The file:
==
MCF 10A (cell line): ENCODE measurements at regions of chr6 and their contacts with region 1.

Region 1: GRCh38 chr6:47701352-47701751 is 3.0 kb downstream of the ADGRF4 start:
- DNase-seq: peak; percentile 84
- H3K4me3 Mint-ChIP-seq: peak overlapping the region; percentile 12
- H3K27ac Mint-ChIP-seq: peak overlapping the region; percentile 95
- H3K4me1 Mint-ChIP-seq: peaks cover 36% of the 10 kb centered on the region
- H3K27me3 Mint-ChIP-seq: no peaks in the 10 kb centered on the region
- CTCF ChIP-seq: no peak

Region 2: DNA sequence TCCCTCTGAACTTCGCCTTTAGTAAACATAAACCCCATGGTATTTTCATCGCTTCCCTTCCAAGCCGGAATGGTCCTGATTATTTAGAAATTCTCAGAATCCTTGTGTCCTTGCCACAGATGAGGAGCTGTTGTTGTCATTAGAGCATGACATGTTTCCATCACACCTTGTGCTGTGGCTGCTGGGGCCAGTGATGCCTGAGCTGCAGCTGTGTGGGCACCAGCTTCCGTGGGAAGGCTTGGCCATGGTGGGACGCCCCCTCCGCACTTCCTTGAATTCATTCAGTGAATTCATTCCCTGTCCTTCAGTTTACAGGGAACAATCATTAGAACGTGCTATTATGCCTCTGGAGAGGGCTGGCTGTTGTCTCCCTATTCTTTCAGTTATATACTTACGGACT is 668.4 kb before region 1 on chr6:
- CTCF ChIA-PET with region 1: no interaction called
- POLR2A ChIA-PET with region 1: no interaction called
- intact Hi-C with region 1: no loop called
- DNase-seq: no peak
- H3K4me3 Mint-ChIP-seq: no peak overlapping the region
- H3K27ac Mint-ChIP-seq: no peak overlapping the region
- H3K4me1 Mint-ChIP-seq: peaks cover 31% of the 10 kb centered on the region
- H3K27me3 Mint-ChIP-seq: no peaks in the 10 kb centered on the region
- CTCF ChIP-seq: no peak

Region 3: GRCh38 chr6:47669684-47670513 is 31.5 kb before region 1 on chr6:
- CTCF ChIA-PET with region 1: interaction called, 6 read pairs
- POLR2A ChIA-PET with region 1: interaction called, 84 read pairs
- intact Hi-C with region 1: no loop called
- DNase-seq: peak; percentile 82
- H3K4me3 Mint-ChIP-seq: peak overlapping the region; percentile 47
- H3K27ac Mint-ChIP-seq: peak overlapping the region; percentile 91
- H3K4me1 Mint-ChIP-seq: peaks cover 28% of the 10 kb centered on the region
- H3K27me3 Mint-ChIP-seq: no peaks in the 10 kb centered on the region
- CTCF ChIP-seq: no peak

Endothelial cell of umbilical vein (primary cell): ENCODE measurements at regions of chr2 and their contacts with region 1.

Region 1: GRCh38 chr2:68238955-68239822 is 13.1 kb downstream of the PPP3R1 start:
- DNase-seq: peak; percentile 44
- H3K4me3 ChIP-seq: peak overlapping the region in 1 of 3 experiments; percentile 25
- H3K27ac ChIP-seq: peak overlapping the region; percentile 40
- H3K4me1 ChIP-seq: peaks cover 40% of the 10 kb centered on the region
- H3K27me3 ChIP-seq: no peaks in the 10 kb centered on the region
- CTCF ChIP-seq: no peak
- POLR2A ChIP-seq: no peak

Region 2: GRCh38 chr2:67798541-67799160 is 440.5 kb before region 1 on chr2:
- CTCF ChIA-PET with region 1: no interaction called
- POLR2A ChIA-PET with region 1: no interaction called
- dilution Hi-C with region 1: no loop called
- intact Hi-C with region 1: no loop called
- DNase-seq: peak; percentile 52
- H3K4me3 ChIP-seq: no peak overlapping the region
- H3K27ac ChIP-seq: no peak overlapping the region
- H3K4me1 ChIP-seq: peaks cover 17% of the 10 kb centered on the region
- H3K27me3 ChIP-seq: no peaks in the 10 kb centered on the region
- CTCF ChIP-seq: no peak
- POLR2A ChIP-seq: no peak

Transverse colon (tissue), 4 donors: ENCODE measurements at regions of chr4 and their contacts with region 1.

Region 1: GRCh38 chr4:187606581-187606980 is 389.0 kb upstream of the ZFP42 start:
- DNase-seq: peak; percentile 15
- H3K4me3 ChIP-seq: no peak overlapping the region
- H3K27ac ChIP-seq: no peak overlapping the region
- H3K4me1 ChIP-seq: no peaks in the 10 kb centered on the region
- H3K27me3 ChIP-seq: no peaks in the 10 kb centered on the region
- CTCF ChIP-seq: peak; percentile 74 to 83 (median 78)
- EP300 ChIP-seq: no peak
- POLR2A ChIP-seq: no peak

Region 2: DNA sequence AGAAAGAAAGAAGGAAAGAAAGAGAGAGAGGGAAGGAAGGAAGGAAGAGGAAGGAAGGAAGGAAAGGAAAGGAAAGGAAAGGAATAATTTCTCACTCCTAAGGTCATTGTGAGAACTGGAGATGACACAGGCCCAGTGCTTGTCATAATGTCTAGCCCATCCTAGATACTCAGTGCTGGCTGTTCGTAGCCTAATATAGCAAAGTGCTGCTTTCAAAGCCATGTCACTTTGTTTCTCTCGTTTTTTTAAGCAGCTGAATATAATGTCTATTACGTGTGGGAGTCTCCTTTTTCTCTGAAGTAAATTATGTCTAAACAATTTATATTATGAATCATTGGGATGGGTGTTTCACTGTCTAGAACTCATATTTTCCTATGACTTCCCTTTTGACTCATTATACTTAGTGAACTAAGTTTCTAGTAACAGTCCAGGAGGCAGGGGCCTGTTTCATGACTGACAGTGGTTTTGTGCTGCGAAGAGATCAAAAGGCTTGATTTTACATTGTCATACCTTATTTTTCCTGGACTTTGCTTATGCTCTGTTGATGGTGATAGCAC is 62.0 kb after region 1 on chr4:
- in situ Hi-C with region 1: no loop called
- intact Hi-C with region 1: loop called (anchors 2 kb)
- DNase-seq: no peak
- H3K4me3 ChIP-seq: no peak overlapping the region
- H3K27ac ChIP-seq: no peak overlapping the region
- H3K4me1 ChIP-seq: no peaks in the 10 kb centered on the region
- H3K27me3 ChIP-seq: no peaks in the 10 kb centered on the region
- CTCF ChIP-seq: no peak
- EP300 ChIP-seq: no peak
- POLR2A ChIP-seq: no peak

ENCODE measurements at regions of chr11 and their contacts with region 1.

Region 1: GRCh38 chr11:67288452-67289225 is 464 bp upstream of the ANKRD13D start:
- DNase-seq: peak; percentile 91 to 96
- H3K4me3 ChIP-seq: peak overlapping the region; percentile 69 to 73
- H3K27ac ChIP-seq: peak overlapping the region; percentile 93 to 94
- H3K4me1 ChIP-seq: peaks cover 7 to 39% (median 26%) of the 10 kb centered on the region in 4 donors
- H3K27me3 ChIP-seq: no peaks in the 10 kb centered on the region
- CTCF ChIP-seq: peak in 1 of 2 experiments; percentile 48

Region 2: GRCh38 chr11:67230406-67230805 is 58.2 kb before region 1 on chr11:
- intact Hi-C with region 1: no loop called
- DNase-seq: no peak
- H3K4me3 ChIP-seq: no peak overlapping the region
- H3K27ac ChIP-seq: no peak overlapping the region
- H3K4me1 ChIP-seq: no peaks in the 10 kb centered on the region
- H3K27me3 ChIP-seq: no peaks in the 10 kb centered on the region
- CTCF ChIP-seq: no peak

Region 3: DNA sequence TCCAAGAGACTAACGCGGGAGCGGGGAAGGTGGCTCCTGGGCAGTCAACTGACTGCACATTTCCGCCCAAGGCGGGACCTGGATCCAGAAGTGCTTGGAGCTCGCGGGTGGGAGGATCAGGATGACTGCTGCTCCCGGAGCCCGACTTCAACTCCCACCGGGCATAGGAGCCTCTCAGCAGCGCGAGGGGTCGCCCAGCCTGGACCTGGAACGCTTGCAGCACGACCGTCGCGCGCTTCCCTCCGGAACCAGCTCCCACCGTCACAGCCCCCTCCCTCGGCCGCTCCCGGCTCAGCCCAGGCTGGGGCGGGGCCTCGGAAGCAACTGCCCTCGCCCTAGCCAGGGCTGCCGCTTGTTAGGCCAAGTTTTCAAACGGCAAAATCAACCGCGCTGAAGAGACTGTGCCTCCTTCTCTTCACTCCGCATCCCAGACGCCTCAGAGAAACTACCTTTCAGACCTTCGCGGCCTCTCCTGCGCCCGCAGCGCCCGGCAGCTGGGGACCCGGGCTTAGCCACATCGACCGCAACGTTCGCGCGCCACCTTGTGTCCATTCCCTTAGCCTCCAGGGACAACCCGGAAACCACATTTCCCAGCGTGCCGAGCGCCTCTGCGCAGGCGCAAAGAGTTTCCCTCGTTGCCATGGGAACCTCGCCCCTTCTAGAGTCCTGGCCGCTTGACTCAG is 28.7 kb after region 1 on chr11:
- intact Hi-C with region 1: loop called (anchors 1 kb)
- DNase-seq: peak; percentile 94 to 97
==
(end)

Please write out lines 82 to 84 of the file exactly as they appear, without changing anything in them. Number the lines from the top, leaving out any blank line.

- H3K4me3 ChIP-seq: no peak overlapping the region
- H3K27ac ChIP-seq: no peak overlapping the region
- H3K4me1 ChIP-seq: no peaks in the 10 kb centered on the region